Agreed, I would only put an exception in for indie developers. But they should really take a note from Notch, who asked players to pay for alpha/beta... not for a crap-released version of the game. Minecraft was quality gaming in Alpha, but more features were to be added, so did it just get a "released" tag slapped on it? No... props to Notch.


     

     Why exempt indies?  They charge the same as the big boys...they should be held to the same standards.

  • RhemsRhems Member UncommonPosts: 26

    WORD, Jon Wood.

  • WickedjellyWickedjelly Member Posts: 4,990

    Wow, I agree with this article in its entirety.  Kudos all around for this one.

    Now if only there was a way to ensure execs and devs for all of these organizations were forced to take heed. Seriously though, one has to wonder why the hell most of these companies continue "to not get it".  Even if they really are that stubborn and oblivious regardless the history of game launches they have to look over you would think at a certain point if nothing else the investors would force them to get their act together.  I mean who really benefits when they release a game in these poor conditions?  The game gets Scarlet Lettered, the developer/publishing company gains a black mark, etc.

    So why in the hell do most companies keep going this route? I keep asking this question and far as I can see no one benefits in the long run from either the company, investor, or customer standpoint so why do they continue to do it? Some of these companies have done it multiple times now.  Is the short term payoff really that profitable that it is worth destroying future gains, goodwill, and profitability for a short term gain?

    1. For god's sake mmo gamers, enough with the analogies. They're unnecessary and your comparisons are terrible, dissimilar, and illogical.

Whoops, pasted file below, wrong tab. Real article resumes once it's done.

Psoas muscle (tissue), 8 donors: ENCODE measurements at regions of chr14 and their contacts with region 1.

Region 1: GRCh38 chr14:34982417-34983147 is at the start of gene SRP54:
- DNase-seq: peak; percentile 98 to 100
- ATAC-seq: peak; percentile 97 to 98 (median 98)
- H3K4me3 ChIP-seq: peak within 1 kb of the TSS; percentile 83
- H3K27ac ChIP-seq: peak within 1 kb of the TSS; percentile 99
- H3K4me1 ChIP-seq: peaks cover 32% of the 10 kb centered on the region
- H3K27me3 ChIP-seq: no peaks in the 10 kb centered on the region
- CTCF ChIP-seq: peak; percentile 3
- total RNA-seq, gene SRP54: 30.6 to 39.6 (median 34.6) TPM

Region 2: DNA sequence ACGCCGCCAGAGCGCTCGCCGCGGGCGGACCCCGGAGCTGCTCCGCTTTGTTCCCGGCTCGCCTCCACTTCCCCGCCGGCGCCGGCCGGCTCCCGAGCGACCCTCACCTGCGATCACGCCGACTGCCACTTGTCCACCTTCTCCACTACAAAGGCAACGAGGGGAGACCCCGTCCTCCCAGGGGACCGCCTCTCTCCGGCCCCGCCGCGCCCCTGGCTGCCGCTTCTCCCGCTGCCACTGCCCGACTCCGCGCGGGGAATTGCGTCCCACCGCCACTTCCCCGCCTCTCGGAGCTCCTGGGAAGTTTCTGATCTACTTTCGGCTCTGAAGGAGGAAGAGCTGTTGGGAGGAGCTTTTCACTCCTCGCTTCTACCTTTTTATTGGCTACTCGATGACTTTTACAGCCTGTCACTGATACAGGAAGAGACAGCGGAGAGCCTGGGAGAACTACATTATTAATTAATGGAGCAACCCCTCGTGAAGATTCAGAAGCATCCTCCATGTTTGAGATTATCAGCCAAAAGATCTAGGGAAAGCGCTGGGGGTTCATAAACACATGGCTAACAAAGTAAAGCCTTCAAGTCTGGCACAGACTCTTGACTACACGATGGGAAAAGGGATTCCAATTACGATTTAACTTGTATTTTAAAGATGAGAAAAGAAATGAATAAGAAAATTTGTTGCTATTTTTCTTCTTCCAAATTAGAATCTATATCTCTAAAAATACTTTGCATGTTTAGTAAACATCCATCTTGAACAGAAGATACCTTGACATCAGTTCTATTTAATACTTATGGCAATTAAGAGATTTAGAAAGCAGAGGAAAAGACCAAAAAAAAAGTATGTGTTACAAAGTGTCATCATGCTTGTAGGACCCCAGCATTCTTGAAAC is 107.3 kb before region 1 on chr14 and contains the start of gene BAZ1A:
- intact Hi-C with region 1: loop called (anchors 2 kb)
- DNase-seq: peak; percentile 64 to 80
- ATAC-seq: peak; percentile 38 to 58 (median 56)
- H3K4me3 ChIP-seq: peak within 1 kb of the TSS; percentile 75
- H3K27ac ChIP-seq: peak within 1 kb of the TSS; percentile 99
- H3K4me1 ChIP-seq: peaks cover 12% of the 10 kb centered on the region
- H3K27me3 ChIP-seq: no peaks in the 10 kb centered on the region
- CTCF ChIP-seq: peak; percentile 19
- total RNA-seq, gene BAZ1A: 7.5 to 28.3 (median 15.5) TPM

2. To posters feeling the need to state how f2p really isn't f2p: Players understand the concept. You aren't privy to some secret the rest are missing. You're embarrassing yourself.

    3. Yes, Cpt. Obvious, we're not industry experts. Now run along and let the big people use the forums for their purpose.

  • HoliceHolice Member UncommonPosts: 116

    Definitely going to applaud this read. I've been saying this for years now, and can't understand why more players don't hold developers to the standards that we hold other trades/fields too. For too long now, developers have been getting away with "paid" betas, and this needs to stop.

    Rift, regardless of personal preferences on the game, launched terrifically and that should be a model for how launches go.

  • indiramournindiramourn Member UncommonPosts: 884

    Originally posted by simmihi

    As said, "from a business perspective, this does not make any sense at all".

    Actually, from a business perspective it makes perfect sense if you can get enough suckers to buy into it.  How many fools are still waiting in line, frothing at the mouth to pounce a game on launch day?  if we all took a wait-and-see attitude when it came to the release of new MMORPGs the developers would stop releasing "not ready for primetime" games immediately.

  • SBE1SBE1 Member UncommonPosts: 337

    People don't like to be called out when they write an article for MMORPG?  Really?  Then don't publish.   Geez, you want to publish stuff on MMORPG then I should be able to call you out on it.   You can't write stuff and then hide.

    Anyway, my point isthat the vast vast majority of games get glowing reviews on this website, and yet your article is about how terrible it is that games are coming out that are not complete or published to early (same thing really).   All I said was perhaps you should write another article discussing the disconnect between your column and the reviews by this website that are almost always glowing reviews.